Statement of Nikki L. Tinsley
for Confirmation as Inspector General
U.S. Environmental Protection Agency
before the
Committee on Environment and Public Works
United States Senate
July 15, 1998

Good morning, Mr. Chairman and Members of the Committee.

It is a great honor to be here today as the President's nominee to be Inspector General of the Environmental Protection Agency. I would like to thank the Committee for considering my nomination expeditiously as well as Administrator Browner for her expression of confidence. If confirmed, I would welcome this opportunity to serve the Administration, the Congress, and the American people to the best of my ability.

The Inspector General position in a large Federal agency such as the Environmental Protection Agency is a very important and challenging one. EPA has an annual budget of over $7 billion, with more than one half devoted to environmental activities provided by entities outside the federal government; primarily state, local, and Tribal governments. The American people expect their tax dollars committed to environmental programs to be wisely spent and produce results which protect the environment and health of our country.

EPA's Office of Inspector General has an impressive track record which, if confirmed, I will seek to maintain and build upon. Over the past 25 years, it has reviewed $55 billion in grants to communities to build waste water treatment plants, and recovered more than a billion dollars for additional plant construction. Audit and investigative efforts directed at EPA contracts have improved the Agency's oversight program and resulted in a number of administrative and judicial actions against individuals and companies which have defrauded the taxpayer. With the implementation of the Government Performance and Results Act, EPA is developing accountability systems that link its activities to achieving environmental goals. In response, the

Office of Inspector General has turned its focus to environmental results, evaluating the Agency's air, water, superfund, hazardous waste, and enforcement programs to ensure that they are delivering the environmental and health protection that the Congress and the Administration intend. At the same time, Office of Inspector General staff continue to work closely with the Agency to improve its fiscal accountability.

This year marks the 20-year anniversary of the legislation establishing Inspectors General. Inspectors General play a unique role in government: charged by Congress to independently and objectively audit and investigate their agency's activities; to promote economy, efficiency, and effectiveness; to prevent and detect fraud, waste, and abuse; and to keep the Agency head and the Congress fully informed of problems and deficiencies in Agency activities.

To be most successful, I believe an Inspector General should serve as a force for positive change. The Inspector General should work constructively with the Agency and its partners and strive for a relationship built upon mutual respect and trust. At the same time, the Inspector General must be independent and objective, willing to make fair-but-tough, calls on Agency activities. Just as the Inspector General should maintain an open line of communication with the Administrator and Deputy Administrator; the Inspector General must have that same open line of communication with the Congress. Finally, the Inspector General is under an absolute obligation to report to the Congress when significant problems are not being corrected. I believe Administrator Browner shares this view and am confident that, if confirmed, the Office of Inspector General staff and I would continue to have the good and open working relationship we have had in the past with both the Administrator and the Congress.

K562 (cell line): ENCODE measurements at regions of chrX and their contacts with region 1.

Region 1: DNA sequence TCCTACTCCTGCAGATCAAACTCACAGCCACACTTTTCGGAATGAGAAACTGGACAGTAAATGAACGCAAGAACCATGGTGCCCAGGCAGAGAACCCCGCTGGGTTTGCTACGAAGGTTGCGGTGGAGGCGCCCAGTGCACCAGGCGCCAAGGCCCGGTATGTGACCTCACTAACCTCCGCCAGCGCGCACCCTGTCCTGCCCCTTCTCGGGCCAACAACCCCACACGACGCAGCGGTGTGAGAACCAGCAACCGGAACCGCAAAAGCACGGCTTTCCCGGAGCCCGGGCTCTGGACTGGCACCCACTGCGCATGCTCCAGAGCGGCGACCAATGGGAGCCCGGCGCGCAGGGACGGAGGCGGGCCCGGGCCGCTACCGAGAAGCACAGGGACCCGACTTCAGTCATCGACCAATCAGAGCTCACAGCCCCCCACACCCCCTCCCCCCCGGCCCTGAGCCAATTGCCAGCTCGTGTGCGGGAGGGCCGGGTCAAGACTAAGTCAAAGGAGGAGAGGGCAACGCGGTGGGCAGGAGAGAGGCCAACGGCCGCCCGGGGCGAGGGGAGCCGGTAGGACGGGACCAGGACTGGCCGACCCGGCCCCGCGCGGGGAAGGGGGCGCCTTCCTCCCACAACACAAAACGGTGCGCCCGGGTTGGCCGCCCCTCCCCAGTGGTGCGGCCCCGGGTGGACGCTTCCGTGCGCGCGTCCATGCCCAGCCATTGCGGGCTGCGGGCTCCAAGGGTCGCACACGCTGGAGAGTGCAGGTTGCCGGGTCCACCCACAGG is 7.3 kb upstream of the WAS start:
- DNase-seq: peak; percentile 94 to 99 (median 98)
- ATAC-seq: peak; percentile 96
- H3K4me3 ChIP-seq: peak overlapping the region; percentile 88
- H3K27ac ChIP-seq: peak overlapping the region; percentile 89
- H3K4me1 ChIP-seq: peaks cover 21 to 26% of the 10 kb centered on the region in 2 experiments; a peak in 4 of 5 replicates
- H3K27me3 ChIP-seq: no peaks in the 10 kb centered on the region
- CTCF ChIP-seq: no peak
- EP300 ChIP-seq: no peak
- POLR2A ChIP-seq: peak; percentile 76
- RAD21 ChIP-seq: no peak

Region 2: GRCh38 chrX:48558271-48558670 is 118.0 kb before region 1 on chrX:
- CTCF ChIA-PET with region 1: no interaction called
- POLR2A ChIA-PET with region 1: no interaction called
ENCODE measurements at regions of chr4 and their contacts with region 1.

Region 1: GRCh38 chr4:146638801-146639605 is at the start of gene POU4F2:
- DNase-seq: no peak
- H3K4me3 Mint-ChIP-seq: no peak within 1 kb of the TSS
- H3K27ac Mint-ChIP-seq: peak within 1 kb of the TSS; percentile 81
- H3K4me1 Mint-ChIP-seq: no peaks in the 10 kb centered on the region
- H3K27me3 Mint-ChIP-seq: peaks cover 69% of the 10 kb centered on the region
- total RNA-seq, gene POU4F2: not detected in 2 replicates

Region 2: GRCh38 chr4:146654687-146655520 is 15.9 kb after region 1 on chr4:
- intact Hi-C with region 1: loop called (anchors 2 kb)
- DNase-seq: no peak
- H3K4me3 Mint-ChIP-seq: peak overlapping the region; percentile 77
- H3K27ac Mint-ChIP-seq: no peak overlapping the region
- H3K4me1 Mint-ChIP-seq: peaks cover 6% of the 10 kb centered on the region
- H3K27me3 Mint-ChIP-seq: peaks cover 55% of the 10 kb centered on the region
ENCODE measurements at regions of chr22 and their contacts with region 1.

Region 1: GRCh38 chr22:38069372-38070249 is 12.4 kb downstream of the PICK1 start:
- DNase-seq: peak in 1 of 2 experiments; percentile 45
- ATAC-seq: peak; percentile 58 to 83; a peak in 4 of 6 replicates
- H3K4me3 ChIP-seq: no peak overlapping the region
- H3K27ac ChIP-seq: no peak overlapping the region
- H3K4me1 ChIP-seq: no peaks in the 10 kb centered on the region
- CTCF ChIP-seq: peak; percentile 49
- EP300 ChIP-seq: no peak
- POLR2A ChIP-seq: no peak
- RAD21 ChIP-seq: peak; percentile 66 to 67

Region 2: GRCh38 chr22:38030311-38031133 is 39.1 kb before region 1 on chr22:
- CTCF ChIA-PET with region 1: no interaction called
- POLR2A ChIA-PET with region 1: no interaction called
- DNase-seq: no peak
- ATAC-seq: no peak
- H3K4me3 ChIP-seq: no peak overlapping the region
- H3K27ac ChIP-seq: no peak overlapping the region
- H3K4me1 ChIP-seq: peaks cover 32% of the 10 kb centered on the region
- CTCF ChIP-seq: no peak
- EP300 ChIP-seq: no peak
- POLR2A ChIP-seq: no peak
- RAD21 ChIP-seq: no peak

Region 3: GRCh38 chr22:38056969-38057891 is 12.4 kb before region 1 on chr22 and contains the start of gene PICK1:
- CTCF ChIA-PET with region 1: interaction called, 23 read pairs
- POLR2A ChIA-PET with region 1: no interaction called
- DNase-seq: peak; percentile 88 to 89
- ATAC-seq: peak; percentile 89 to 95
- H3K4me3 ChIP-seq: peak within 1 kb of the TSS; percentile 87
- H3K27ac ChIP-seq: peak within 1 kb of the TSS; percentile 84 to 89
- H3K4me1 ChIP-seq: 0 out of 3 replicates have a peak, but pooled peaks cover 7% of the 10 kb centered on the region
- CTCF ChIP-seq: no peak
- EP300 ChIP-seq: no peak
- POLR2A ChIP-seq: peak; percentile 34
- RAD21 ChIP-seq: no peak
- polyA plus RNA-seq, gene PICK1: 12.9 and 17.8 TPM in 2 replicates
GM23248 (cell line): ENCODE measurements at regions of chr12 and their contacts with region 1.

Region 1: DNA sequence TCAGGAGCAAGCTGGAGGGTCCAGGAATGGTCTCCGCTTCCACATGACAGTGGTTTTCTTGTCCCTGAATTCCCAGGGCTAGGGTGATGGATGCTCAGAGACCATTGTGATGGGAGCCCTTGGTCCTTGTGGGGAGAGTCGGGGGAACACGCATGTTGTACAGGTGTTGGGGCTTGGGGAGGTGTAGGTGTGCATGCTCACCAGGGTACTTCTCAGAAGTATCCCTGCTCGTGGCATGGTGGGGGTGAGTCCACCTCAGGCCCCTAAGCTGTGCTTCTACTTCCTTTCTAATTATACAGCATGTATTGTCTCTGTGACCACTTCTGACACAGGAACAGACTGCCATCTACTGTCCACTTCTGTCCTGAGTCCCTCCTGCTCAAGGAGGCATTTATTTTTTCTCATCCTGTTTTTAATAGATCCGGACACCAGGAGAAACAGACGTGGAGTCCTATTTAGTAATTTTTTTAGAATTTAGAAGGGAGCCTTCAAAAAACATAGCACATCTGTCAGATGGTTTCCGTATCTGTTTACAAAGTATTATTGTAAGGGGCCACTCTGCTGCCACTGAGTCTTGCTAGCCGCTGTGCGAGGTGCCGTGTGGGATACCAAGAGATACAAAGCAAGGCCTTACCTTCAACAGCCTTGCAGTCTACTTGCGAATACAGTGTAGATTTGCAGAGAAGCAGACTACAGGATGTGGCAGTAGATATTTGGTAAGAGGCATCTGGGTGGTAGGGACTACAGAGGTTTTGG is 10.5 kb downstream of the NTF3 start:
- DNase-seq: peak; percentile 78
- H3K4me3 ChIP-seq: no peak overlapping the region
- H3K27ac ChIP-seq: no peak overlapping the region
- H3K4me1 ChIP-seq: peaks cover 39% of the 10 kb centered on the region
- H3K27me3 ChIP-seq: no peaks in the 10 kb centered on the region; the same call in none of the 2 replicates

My career in public service has allowed me to gain a broad knowledge of government programs and operations by having worked in several different departments including the US General Accounting Office, the Department of the Interior's Minerals Management Service, and the Environmental Protection Agency. My background, as a licensed Certified Public Accountant, experienced in auditing government and industry along with my experience serving as EPA's Deputy Inspector General and Acting Inspector General will help me to address the challenges I will face if confirmed.

My experiences as an auditor and as a senior manager in EPA's Office of Inspector General have strengthened my commitment to the principles of independence and objectivity. I have faced the challenges associated with reporting audit and investigative findings that were unexpected and unpopular. And, I have obtained agreement from Agency managers to address and correct problems, because my work and that of the organizations I have represented has been factual and nonpartisan.

Should I be confirmed, I am committed to building on the impressive accomplishments of EPA's Office of Inspector General staff. I look forward to working with the Administrator, this Committee and other members of Congress, and the broad constituencies and taxpayers served by EPA, to help ensure that the Agency delivers the maximum in environmental and health benefits to the public. Thank you for this opportunity to address you. I will be happy to respond to any questions you and other members of the committee have.